ASUS SplashTop and Phoenix Hyperspace infringing kernel copyright and GPL
From: Stan Cunningham
Date: Mon May 19 2008 - 18:39:55 EST
SplashTop is an extension of BIOS that runs on the Linux kernel and has been distributed by ASUS on certain high-end motherboards and laptops since October, 2007. In May 2008, ASUS announced that it will ship SplashTop on *ALL* its motherboards. The problem is that ever since SplashTop's inception ASUS has been infringing on the copyright of Linux kernel contributors.
SplashTop's so-called source code (http://www.splashtop.com/download3.php?token=1bfb156d0cd5fef5df4a43ad2b46a531) contains a few patches to the Linux kernel but not the whole, compilable modified kernel source code as the GPL requires. This clearly constitutes a copyright violation.
I haven't bought any of the motherboards or laptops containing SplashTop, but ASUS may have left out the obligatory notice on boxes and/or manuals informing the recipients that the product contains GPL code and where that source code can be obtained. If they indeed left out the notice, that constitutes another violation of the GPL and consequently of copyright law.
Another product that likely violates the GPL is Hyperspace, which is marketed by the infamous proprietary PC BIOS maker Phoenix. Even though Hyperspace clearly runs Linux and has been reported to do so in the press, Phoenix doesn't even mention the word Linux or the GPL on its website (http://www.phoenix.com/en/Products/Browse+by+Products/Phoenix+HyperSpace/default.htm), and certainly doesn't provide any source code. I am not sure what motherboards Hyperspace is distributed on, but I would expect that they also fail to mention Linux, the GPL and the availability of source code. This again violates the GPL and the copyrights of Linux kernel contributors like yourselves.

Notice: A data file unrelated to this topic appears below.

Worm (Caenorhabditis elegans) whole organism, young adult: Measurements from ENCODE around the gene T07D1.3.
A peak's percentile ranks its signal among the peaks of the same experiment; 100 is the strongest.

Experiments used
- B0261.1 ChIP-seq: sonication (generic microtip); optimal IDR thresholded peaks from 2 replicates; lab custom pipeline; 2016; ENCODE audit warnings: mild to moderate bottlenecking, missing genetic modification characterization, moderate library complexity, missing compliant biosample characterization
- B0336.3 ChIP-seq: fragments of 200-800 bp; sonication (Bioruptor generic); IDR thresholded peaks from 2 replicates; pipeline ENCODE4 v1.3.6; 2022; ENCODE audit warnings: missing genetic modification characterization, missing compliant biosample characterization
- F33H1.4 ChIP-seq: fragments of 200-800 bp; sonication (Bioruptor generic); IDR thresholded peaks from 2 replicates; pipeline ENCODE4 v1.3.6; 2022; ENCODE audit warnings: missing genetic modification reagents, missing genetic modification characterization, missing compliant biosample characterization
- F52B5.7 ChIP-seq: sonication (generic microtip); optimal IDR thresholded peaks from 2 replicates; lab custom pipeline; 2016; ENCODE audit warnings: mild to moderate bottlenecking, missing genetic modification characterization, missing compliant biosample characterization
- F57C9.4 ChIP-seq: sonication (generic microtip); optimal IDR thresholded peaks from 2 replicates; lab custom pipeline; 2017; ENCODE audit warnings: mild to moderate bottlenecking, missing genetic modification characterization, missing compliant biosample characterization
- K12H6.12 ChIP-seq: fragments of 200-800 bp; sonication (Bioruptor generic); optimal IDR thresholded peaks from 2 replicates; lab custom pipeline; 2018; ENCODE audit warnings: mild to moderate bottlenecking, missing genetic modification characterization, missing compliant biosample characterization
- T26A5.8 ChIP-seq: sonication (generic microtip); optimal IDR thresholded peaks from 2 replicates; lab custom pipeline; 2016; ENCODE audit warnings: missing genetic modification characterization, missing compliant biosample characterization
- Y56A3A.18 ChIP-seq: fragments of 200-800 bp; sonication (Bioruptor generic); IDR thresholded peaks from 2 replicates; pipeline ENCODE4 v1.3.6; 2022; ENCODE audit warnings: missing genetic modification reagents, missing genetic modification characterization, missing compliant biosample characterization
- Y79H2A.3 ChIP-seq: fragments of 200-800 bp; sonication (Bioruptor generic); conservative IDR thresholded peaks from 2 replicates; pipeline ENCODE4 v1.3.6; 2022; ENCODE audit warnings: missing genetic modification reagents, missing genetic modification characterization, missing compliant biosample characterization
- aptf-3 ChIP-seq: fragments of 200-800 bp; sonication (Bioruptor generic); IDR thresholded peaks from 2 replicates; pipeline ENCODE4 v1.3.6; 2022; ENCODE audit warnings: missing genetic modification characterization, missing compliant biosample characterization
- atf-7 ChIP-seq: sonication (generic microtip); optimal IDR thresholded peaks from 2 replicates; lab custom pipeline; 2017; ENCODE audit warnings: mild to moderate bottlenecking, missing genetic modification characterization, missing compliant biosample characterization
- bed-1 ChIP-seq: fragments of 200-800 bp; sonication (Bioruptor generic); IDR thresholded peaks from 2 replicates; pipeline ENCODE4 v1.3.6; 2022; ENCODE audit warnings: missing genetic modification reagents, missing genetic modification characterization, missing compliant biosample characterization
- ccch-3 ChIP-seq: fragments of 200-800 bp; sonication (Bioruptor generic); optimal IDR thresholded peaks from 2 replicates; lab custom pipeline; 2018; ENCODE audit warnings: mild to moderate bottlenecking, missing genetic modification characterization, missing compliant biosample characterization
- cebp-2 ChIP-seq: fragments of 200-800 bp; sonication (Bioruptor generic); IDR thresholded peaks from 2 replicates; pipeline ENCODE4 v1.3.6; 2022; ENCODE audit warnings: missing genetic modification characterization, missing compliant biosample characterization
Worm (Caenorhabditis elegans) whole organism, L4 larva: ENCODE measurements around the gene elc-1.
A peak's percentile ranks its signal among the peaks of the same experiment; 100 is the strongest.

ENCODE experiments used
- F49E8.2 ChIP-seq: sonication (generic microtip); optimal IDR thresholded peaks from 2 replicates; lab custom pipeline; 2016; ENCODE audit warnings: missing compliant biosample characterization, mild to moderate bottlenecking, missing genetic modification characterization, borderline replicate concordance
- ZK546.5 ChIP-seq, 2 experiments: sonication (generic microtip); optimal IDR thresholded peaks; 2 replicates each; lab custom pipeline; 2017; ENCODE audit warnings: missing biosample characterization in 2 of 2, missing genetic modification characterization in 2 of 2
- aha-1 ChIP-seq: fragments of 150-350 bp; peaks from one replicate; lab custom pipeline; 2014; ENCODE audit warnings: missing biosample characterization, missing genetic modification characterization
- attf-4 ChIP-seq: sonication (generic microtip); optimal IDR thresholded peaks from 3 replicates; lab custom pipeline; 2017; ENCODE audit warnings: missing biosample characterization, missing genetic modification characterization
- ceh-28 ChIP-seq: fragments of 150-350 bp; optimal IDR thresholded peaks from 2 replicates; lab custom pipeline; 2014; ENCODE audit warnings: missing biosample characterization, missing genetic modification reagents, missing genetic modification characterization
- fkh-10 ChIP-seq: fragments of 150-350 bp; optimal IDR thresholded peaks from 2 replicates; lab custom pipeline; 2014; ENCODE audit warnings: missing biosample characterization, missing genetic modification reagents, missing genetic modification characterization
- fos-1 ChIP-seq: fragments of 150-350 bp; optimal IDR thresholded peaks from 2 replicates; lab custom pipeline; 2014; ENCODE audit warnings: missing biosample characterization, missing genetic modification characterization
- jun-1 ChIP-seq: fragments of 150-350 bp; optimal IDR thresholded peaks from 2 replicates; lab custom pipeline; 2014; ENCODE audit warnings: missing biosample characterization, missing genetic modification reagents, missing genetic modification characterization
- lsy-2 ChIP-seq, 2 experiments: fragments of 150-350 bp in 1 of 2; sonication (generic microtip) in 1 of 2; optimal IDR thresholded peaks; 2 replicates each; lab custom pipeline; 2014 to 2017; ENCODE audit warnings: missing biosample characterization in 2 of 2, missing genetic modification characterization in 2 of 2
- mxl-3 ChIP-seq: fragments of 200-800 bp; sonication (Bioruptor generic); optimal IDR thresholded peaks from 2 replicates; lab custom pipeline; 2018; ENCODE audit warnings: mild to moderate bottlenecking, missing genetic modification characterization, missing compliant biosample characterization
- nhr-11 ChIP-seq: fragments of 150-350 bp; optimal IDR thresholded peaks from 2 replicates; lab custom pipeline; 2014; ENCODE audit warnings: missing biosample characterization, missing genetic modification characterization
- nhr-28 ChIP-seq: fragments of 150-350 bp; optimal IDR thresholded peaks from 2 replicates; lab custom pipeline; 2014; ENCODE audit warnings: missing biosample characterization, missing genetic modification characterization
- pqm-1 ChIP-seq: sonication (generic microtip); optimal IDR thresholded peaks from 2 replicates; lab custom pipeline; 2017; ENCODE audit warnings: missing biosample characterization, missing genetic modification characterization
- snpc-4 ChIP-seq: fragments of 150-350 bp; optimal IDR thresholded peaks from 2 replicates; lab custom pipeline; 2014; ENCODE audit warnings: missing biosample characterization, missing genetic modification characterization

I urge you to uphold your copyrights and protect the rights of Free Software users by making unscrupulous companies like ASUS and Phoenix respect the conditions set out by the GPL and give back their improvements in the form of source code. And if they refuse, sue them in court! Some of the improvements to Linux that they try to illegally keep secret would really help distros in areas such as hardware support and extremely quick boot time.
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